March 2007 Archives

And They Say I'm Small?!?!

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Well, we figured it was time for another belly shot. I've sort of been holding back, since I've been talking about how small I am - don't exactly need to document it, you know? So, I tried to have it photographed in such a way as to make it look as large as possible. I know, I'm so sneaky.


And here, the trigger-happy grandma caught me as I was rolling off the sofa. I figured I'd like the picture better if I smiled, but that wasn't exactly how I was feeling, as the baby was sitting hard and low.


p.s. and the naked belly? well, my mother occasionally asks me whether I will "bring the baby out to play" so that she can watch the baby practicing its aikido.

Full Term

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I made it! I'm 37 weeks pregnant today. 37-42 weeks is considered full term, so I now know that any time I deliver this baby it will be a fully developed one.

Time to Cut my Toenails

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I swear I didn't do it on purpose. But, the proof is in the numbers. I've lost weight. In my eighth month of pregnancy. My torso has shrunk. I wouldn't have thought it by looking down, frankly, but the midwife pulls out the measuring strip each week and I was down 5 centimeters from last week, which means I'm 8 centimeters from where I should be this week. Two centimeters they don't mind. Eight, however, is not taken lightly.

And yet. Our midwife is still proceeding cautiously. She didn't freak out and scream cesarean. Her exact words were, "well, you've just won yourself another ultrasound." So, in a week, I have another ultrasound. They'll be looking to see whether the baby is still around the 32nd percentile. We just don't want a dramatic decrease. They'll also be examining the flow of the fluids in the placenta. The main concern is that, regardless of what I'm eating, it's not getting to the baby. If that's the case, I doubt I can avoid an induction; however, if it's all looking okay, than they will simply accept that we have a small baby and we can go on our merry way.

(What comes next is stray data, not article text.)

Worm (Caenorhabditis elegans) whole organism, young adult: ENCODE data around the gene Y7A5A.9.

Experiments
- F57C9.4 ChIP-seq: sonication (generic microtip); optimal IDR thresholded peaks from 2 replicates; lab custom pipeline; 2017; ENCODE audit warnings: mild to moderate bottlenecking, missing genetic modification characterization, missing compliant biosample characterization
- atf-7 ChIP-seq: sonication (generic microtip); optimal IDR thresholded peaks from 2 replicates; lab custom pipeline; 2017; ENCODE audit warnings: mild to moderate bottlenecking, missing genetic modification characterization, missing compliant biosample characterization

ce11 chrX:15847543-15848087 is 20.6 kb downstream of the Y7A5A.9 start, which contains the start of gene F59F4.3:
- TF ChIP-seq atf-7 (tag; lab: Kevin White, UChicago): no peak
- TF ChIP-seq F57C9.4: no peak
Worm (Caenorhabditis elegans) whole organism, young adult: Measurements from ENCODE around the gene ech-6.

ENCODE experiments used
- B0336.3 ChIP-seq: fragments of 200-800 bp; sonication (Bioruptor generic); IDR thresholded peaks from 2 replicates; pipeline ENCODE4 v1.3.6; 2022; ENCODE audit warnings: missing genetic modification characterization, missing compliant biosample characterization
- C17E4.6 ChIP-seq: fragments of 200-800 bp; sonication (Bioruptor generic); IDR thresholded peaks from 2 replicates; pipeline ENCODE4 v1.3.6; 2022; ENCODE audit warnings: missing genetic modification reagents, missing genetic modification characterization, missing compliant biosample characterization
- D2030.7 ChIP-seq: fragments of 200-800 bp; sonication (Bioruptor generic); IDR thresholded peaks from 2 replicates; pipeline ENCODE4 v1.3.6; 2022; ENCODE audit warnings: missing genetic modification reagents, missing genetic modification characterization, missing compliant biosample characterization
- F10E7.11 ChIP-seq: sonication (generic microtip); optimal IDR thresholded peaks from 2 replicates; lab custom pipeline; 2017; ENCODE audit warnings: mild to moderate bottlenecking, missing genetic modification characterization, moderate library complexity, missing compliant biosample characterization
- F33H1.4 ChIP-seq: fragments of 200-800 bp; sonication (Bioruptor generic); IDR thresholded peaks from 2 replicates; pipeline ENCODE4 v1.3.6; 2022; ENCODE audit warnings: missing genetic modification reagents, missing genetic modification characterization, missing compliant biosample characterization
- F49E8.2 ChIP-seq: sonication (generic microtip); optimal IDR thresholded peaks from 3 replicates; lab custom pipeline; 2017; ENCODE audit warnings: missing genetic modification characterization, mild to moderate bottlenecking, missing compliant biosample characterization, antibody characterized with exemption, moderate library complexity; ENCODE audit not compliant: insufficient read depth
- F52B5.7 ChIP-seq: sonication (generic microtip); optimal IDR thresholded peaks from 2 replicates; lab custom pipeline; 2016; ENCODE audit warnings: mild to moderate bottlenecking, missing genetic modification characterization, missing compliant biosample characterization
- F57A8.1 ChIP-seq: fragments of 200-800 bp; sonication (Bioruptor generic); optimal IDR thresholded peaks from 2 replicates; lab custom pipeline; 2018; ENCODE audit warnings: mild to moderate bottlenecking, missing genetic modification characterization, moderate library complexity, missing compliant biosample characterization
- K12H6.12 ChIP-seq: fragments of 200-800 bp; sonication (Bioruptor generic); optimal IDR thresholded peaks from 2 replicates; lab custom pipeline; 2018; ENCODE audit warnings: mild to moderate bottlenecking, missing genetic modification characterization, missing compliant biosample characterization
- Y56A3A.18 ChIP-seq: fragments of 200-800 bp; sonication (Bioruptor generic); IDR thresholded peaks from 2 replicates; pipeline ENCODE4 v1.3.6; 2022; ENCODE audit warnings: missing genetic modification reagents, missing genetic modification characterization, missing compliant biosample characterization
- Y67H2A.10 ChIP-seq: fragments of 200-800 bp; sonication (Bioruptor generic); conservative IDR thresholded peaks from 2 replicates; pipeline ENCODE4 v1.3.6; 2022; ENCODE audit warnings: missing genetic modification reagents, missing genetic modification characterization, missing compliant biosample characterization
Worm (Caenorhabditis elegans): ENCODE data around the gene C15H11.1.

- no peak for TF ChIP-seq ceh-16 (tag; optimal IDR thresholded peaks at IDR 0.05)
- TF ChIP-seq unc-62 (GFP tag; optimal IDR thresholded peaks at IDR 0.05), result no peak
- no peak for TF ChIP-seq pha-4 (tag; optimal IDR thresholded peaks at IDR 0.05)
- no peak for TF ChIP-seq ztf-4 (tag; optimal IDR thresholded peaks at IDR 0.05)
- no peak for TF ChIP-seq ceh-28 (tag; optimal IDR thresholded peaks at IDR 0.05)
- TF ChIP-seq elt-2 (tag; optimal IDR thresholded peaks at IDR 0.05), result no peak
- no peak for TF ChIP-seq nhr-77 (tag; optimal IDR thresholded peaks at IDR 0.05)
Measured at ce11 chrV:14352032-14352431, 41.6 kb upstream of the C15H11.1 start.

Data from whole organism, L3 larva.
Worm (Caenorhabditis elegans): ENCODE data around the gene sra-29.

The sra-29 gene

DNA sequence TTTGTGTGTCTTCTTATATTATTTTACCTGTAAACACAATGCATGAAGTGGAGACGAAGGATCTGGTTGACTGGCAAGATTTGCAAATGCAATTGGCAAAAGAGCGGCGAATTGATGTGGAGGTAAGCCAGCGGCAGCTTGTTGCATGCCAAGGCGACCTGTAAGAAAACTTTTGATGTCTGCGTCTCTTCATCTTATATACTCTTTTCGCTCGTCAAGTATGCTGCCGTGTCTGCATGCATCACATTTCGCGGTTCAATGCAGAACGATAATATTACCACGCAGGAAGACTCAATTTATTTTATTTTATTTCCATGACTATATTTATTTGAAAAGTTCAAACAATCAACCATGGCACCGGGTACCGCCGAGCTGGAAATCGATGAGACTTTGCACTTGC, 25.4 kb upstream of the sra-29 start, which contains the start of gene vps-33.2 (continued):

And the toenails, you ask? Well, I figured I might as well take advantage of my shrinking figure and cut my toenails quick while I can still breathe.

Birth Plan

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Well, my midwife asked me to give her a copy of my birth plan, so I finally sat down and wrote one out.

We turned it in yesterday - at a much better, more supportive appointment - and she 'approved' it. She was very encouraging. I titled it "birthing preferences" because, really, who are we kidding?

So, for your reading pleasure (I know, you've been waiting with bated breath, haven't you?):

Recognizing that any or all medical intervention may become necessary at some point during labor and delivery, I would prefer for the first course of action at any time to be non-invasive and non-drug related.

For example:

I would like to be as mobile as possible during labor.

I want as few vaginal exams as possible.

I would prefer not to have an epidural, however I do wish to be informed when my window of opportunity for an epidural is closing so that I may make a decision at that time.

I would prefer not to have an episiotemy.

Good Day

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Yesterday was a good, exhausting day.

First, it was gorgeous. I'd say we went hiking, but these days it's more of a stroll.

Secondly, I found nursing bras on clearance. Yes, that passes as excitement these days.

Thirdly, we finally found an inexpensive solution to a diaper changing station.

Finally, last night at Lamaze I realized that the coach is the mother of my friend from high school! We were on the floor, having just finished our exercises, and she was standing right in front of me. I was staring at her hospital ID and it finally dawned on me that she shared his rather uncommon last name when I tuned in to her saying " son, 31 years ago...". Seeing as that's how old I am, I knew I was right. She was truly surprised (and I think slightly incredulous).

A Word on Contractions

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My sister asked me a very reasonable question: what do the contractions feel like? I say this is very reasonable because I've been having Braxton-Hicks for about 3 months. However, I only realized this about a month ago, when our Lamaze coach explained what they'd feel like. D'oh.

So, Braxton-Hicks, for me, are not painful. (hence the not noticing them!) It basically feels like the bottom half of my belly hardens for a bit. I can't really tell, frankly, unless I start getting a series of them - as I did the night of the new year's party - and then I notice them because my muscles are starting to get a bit of a workout, particularly my lower belly and the back muscles associated with them, at which point it feels like the begins of some mild menstrual cramping. I say mild because I know severe, for other women that might be as severe as their menstrual cramps ever got*.

*never writhed in pain on the floor in tears after 5 Aleve pills haven't even taken the edge off the cramps, let alone the migraine and vomitting? then, in my humble opinion, you don't know severe

Oh, Now That's Different